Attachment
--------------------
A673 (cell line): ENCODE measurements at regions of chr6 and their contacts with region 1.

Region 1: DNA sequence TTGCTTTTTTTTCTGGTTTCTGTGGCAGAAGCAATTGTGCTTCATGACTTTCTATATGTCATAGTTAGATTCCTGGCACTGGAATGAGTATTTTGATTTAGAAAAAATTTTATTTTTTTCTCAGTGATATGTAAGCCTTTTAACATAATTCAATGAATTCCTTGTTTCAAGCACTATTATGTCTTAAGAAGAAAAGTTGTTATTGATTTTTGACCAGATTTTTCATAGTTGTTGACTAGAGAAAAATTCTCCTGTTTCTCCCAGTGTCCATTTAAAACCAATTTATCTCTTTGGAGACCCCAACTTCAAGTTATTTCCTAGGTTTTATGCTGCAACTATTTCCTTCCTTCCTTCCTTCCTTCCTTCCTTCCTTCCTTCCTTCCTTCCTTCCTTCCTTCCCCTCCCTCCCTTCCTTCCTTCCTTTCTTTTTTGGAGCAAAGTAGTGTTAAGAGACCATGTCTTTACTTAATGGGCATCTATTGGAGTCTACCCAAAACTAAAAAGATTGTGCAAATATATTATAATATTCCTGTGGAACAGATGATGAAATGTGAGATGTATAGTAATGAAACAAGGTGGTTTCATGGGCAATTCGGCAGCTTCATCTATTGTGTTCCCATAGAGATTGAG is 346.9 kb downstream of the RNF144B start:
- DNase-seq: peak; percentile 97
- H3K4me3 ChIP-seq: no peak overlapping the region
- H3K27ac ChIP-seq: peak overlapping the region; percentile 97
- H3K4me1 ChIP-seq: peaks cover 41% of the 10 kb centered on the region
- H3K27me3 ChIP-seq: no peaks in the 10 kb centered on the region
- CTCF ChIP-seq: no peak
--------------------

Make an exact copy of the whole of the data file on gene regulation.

A673 (cell line): ENCODE measurements at regions of chr6 and their contacts with region 1.

Region 1: DNA sequence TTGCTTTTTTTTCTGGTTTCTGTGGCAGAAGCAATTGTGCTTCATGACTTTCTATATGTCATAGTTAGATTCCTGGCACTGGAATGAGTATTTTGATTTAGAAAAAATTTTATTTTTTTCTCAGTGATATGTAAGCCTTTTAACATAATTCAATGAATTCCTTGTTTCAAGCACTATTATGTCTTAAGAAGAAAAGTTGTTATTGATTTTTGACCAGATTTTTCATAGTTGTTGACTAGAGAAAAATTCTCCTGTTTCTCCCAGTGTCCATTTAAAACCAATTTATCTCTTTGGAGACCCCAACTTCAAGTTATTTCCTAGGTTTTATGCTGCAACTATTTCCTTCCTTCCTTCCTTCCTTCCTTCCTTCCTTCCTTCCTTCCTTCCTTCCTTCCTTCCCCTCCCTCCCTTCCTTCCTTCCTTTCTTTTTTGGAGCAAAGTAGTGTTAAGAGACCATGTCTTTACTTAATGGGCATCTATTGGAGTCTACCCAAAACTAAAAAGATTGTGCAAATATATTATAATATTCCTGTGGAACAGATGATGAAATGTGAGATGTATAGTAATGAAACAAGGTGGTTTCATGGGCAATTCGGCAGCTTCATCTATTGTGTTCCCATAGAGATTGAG is 346.9 kb downstream of the RNF144B start:
- DNase-seq: peak; percentile 97
- H3K4me3 ChIP-seq: no peak overlapping the region
- H3K27ac ChIP-seq: peak overlapping the region; percentile 97
- H3K4me1 ChIP-seq: peaks cover 41% of the 10 kb centered on the region
- H3K27me3 ChIP-seq: no peaks in the 10 kb centered on the region
- CTCF ChIP-seq: no peak